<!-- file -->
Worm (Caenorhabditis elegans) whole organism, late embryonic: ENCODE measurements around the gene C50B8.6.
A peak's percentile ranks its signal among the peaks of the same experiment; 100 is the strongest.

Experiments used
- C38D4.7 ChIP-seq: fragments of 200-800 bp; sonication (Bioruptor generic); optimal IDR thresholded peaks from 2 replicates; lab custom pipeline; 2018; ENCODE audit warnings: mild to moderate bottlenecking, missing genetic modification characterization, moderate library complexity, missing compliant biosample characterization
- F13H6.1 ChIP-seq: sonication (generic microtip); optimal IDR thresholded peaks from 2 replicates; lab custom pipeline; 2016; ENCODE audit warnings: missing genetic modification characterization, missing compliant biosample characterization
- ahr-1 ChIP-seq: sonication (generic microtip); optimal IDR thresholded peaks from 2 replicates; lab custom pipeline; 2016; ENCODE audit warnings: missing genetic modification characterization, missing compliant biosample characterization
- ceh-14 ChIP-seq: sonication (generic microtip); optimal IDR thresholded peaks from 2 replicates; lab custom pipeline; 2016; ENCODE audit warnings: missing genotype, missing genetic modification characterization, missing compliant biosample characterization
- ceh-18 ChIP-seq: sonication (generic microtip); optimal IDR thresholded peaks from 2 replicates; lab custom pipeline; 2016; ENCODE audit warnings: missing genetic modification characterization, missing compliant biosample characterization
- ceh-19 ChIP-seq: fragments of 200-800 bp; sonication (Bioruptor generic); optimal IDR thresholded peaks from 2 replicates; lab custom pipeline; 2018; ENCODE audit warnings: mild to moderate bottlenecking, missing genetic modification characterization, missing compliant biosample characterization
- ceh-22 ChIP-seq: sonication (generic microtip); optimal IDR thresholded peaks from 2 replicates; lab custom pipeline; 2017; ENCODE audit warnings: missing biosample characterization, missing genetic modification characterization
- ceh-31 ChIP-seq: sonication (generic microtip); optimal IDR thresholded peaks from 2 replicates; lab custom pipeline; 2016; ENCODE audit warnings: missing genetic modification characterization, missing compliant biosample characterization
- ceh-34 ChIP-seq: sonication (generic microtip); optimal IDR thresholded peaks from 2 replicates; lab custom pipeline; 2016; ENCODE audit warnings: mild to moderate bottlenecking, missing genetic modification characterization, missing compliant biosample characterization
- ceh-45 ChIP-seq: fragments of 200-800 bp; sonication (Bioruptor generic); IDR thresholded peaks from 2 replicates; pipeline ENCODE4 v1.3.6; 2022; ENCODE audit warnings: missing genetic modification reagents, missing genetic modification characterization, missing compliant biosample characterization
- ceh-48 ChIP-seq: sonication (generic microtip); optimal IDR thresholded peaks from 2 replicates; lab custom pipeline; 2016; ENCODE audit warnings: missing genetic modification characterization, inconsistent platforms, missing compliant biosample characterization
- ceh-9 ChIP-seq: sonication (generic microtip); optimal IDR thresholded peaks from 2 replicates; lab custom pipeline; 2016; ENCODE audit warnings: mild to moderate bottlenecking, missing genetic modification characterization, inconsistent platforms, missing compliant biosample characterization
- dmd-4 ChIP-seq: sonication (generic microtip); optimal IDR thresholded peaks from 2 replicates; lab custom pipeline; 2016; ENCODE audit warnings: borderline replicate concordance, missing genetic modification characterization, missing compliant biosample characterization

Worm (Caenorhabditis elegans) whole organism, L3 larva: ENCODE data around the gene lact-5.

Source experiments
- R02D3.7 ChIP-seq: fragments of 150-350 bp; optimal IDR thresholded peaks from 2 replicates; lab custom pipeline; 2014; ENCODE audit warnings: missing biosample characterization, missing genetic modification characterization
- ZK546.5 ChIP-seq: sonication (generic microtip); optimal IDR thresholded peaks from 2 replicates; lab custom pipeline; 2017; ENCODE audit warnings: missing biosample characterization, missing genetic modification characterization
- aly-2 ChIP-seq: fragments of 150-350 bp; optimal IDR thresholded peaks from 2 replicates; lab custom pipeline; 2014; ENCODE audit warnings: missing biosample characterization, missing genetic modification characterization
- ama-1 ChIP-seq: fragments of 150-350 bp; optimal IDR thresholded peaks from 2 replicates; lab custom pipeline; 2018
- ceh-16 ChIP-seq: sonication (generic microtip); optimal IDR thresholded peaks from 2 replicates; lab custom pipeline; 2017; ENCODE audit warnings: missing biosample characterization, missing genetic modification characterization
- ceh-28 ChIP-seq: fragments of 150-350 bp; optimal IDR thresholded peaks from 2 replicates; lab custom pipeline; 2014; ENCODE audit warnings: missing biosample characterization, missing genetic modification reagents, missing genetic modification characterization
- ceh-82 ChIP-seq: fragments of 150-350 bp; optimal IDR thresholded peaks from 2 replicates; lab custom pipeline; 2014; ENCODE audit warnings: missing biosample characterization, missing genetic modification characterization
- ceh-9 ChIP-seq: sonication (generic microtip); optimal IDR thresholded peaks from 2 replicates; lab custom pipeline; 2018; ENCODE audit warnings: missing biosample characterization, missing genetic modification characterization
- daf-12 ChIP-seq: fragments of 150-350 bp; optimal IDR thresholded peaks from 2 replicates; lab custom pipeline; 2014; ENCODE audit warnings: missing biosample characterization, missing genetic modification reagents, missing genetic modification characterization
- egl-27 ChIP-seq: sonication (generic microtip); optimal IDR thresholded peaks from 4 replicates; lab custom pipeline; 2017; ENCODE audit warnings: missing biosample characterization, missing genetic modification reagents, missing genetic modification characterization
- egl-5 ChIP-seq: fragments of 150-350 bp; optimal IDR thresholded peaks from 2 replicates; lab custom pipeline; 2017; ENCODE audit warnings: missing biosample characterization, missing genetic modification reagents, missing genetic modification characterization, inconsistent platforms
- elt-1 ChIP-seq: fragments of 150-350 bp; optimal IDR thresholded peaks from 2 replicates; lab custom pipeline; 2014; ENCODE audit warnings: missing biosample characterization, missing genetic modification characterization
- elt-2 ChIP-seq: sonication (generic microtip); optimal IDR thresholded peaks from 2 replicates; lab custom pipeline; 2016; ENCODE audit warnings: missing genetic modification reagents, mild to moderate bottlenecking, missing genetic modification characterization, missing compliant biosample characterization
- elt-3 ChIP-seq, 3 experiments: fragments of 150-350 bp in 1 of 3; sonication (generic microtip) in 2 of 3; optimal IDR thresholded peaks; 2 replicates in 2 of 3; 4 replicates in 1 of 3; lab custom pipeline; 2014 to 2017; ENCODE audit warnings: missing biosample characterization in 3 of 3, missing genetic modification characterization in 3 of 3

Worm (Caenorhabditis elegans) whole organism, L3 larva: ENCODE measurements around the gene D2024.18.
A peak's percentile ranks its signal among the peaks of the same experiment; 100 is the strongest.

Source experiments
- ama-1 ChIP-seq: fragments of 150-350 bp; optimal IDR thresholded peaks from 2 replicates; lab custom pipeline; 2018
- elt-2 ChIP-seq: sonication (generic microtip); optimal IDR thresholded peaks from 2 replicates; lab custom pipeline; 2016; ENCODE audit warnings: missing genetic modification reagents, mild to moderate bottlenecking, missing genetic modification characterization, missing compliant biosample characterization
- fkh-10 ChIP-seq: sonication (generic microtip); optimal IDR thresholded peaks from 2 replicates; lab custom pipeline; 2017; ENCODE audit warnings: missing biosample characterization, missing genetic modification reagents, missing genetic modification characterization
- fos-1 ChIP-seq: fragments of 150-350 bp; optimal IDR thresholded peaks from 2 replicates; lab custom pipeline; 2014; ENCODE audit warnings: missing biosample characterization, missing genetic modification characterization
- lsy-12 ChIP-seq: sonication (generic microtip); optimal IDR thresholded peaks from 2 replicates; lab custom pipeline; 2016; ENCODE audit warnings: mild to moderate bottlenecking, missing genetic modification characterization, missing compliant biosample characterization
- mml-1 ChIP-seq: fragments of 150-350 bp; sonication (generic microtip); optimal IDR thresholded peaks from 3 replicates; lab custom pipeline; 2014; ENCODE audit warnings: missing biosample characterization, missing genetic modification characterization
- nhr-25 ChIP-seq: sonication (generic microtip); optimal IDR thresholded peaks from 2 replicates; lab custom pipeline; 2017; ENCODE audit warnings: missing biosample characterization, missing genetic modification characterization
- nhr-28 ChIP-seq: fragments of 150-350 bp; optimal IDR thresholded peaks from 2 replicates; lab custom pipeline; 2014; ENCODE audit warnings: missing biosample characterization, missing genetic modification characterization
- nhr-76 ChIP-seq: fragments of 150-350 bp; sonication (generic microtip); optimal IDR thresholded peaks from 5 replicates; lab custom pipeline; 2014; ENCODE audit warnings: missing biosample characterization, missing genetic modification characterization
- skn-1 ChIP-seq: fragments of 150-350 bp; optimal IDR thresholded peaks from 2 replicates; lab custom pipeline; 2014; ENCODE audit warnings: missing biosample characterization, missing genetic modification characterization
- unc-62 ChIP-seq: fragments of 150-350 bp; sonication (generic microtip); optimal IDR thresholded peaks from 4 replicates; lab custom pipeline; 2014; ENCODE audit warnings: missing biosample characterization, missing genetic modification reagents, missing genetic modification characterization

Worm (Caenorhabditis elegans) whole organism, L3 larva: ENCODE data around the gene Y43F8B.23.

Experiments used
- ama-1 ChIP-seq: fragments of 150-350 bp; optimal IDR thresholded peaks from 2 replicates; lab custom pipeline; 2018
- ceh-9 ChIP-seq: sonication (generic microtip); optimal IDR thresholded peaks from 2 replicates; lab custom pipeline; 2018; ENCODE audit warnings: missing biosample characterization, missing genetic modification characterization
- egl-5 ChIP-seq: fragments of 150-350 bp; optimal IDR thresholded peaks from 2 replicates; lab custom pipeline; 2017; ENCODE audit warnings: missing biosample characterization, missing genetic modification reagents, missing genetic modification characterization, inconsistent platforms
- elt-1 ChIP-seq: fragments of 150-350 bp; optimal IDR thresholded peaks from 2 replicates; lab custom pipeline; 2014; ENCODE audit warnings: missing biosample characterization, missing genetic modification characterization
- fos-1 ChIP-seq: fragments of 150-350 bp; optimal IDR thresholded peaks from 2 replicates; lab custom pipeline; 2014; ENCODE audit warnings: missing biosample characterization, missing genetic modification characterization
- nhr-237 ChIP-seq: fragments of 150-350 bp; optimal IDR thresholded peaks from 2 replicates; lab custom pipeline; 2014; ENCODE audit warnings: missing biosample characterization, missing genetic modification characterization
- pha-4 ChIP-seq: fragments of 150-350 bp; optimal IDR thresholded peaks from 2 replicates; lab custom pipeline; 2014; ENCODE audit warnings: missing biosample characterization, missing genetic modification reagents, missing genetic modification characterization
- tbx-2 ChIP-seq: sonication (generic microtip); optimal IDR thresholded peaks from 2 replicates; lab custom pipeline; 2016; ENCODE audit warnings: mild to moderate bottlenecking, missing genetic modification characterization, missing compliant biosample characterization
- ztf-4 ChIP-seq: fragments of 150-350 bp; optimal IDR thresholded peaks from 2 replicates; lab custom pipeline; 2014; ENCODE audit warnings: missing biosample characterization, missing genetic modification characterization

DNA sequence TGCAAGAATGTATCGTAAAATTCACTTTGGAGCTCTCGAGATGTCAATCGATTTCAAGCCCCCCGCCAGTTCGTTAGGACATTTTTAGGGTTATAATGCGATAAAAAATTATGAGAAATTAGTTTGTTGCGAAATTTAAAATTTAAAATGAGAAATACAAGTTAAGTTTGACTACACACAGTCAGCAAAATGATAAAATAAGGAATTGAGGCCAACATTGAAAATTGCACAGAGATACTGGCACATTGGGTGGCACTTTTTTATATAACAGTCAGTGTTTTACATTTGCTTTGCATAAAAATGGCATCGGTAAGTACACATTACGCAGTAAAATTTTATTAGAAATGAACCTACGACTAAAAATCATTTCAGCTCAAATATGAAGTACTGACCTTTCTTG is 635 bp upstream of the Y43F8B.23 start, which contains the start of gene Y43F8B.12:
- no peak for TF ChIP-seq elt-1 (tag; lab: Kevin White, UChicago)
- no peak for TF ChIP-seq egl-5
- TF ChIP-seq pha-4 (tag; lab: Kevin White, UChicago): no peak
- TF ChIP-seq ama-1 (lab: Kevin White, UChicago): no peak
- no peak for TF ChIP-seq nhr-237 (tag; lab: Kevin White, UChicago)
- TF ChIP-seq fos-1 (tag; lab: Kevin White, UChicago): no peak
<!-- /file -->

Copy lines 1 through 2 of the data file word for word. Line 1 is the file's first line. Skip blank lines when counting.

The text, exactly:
Worm (Caenorhabditis elegans) whole organism, late embryonic: ENCODE measurements around the gene C50B8.6.
A peak's percentile ranks its signal among the peaks of the same experiment; 100 is the strongest.